Trail Stewards Greet Challenges of Breakneck Ridge with Expertise and Knowledge

Written by Melanie Schuck, Trail Outreach and Education Steward at New York-New Jersey Trail Conference

The hike at Breakneck Ridge is known as one of the most popular and difficult hikes in the Northeastern United States. With its challenging rock scramble and intense, early elevation gain, this is an appropriate reputation. The Trail Stewards of the 2021 New York-New Jersey Trail Conference Conservation Corps are up to the challenge of handling this highly trafficked hiking location. They are stationed at the Breakneck Ridge trailhead every weekend and holiday until the end of October. Despite the hike’s intensity, it remains one of the most popular hiking spots in the area with an average of around 900 hikers each weekend day. The Trail Conference works in partnership with the Hudson Highlands Land Trust to make sure that this trailhead is staffed year after year with knowledgeable service members.

With varying areas and levels of expertise, each of the 2021 Trail Stewards brings something different to take on this hiking hot spot. From a former Ridge Runner on the Appalachian Trail (AT) in the Central United States, to a previous thru hiker of the AT, to five returning Trail Stewards, there is no shortage of experience on the trails in this year’s crew. They are also equipped with the Natural Resource Protection training they received in late May through the Hudson Highlands Land Trust. In addition to their main task of visitor education, the Trail Stewards perform weekly Trail Maintenance. They can mainly be found at the State Parks of Fahnestock, Hudson Highlands and Minnewaska keeping the trails clear of branches of all sizes, ingrown plant species and the occasion downed tree.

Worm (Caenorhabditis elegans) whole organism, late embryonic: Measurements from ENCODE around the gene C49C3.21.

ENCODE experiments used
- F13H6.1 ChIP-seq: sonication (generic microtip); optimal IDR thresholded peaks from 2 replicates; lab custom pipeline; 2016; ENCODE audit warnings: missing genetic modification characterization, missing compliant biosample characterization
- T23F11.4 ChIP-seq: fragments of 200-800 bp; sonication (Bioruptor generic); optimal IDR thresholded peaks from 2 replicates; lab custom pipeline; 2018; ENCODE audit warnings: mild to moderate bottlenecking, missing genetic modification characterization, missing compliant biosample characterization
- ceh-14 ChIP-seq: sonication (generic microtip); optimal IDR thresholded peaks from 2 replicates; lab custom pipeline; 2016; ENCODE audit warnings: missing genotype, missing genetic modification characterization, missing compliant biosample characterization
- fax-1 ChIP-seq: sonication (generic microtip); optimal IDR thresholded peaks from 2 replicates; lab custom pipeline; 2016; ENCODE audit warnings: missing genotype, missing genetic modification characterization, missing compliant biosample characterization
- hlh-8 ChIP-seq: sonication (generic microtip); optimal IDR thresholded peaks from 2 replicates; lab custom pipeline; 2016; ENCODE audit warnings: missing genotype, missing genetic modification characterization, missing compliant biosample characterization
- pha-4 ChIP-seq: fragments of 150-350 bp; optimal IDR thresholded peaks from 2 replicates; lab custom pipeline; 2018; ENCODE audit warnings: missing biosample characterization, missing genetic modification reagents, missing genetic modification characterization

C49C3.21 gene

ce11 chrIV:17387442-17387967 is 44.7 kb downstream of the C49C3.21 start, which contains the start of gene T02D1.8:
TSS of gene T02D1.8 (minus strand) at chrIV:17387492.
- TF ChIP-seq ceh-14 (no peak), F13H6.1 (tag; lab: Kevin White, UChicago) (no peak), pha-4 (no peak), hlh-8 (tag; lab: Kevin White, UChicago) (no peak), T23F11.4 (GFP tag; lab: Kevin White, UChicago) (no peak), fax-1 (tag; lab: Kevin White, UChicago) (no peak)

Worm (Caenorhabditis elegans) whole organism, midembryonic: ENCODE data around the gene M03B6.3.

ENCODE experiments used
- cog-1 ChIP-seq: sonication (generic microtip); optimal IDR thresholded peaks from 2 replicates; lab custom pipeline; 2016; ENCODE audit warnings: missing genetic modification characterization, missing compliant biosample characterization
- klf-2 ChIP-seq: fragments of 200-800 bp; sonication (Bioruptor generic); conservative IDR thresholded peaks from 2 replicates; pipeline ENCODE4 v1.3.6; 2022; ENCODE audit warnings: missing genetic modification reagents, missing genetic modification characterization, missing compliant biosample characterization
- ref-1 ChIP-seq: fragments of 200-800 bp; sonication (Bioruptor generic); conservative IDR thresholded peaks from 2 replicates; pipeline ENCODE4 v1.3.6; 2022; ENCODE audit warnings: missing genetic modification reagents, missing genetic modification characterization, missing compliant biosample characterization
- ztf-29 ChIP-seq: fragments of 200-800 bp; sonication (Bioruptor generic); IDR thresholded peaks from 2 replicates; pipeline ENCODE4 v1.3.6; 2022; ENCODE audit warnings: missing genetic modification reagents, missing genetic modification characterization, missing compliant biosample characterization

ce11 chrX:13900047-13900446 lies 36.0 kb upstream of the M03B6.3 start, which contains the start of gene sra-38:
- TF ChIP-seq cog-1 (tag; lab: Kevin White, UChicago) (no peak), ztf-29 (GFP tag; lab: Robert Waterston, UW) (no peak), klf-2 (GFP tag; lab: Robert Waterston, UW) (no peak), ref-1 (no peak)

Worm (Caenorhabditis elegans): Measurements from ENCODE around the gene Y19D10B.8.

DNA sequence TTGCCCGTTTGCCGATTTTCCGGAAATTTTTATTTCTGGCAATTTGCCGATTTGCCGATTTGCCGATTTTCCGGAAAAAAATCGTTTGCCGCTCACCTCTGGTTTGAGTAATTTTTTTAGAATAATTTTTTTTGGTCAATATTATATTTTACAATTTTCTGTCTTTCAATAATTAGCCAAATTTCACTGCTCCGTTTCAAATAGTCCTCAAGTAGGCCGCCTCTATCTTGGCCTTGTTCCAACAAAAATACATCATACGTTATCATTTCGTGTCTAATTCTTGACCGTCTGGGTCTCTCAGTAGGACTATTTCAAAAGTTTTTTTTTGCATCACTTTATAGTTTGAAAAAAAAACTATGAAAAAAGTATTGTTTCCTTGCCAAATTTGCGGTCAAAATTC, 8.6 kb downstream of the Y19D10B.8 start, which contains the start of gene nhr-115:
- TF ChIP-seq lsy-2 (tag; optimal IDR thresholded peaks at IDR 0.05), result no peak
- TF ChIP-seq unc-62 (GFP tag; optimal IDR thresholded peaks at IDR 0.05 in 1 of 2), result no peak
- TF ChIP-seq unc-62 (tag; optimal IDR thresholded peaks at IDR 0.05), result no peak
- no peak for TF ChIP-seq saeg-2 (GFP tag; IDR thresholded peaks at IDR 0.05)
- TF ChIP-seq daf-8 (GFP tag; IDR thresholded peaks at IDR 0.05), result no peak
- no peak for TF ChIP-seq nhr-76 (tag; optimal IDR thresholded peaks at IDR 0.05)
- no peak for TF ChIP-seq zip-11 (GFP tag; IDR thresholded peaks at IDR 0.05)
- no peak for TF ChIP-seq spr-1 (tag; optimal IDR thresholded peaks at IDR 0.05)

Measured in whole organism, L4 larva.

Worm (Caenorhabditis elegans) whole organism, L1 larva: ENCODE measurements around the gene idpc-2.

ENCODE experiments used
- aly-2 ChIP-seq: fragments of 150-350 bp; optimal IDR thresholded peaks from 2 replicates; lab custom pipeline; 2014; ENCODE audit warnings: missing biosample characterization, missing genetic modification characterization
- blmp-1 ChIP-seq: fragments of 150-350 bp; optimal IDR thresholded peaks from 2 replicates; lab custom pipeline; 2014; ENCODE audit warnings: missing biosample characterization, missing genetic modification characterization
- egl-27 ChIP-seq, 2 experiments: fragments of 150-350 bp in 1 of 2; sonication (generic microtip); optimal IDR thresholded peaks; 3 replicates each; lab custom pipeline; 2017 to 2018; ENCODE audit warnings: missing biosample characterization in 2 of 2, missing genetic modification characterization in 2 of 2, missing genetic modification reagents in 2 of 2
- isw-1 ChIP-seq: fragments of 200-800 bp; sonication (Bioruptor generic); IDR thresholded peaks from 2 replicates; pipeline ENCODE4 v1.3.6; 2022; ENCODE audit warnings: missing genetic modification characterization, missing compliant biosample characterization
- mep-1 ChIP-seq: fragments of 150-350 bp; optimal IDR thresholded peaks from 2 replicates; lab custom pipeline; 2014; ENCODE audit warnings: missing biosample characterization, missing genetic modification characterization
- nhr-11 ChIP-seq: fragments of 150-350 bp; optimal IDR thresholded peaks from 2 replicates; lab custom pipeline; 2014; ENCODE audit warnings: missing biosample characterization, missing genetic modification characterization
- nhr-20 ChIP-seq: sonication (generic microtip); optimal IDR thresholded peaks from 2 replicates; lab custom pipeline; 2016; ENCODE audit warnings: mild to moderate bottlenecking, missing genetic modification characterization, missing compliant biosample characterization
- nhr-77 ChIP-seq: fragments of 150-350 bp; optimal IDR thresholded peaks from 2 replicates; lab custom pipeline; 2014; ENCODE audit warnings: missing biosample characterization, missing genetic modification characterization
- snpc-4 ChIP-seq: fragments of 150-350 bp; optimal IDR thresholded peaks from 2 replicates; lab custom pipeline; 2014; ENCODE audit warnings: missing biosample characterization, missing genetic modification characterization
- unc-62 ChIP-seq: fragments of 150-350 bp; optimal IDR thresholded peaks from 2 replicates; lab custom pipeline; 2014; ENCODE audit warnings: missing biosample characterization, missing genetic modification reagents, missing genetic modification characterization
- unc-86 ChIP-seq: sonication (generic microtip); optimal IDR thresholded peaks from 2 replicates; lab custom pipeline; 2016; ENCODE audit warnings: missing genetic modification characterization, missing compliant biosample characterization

This year’s season also brings the opening of the newly constructed Nimham Trail on July 2nd. This new trail is the first construction project of Hudson Highlands Fjord Trail Inc., in close collaboration with New York State Parks. Built over the course of about six months, the trail creates a connection from just after the first viewpoint (known for its flagpole) to the Wilkinson Trail that is at the end of the Breakneck Ridge long loop. It forms a one-mile loop that averages one hour to hike. The Trail Stewards have been diligent in informing hikers about this new adventure. The new trail features more than 500 stone steps and a wooden bridge to create a different experience than regular hikers at this location might be used to.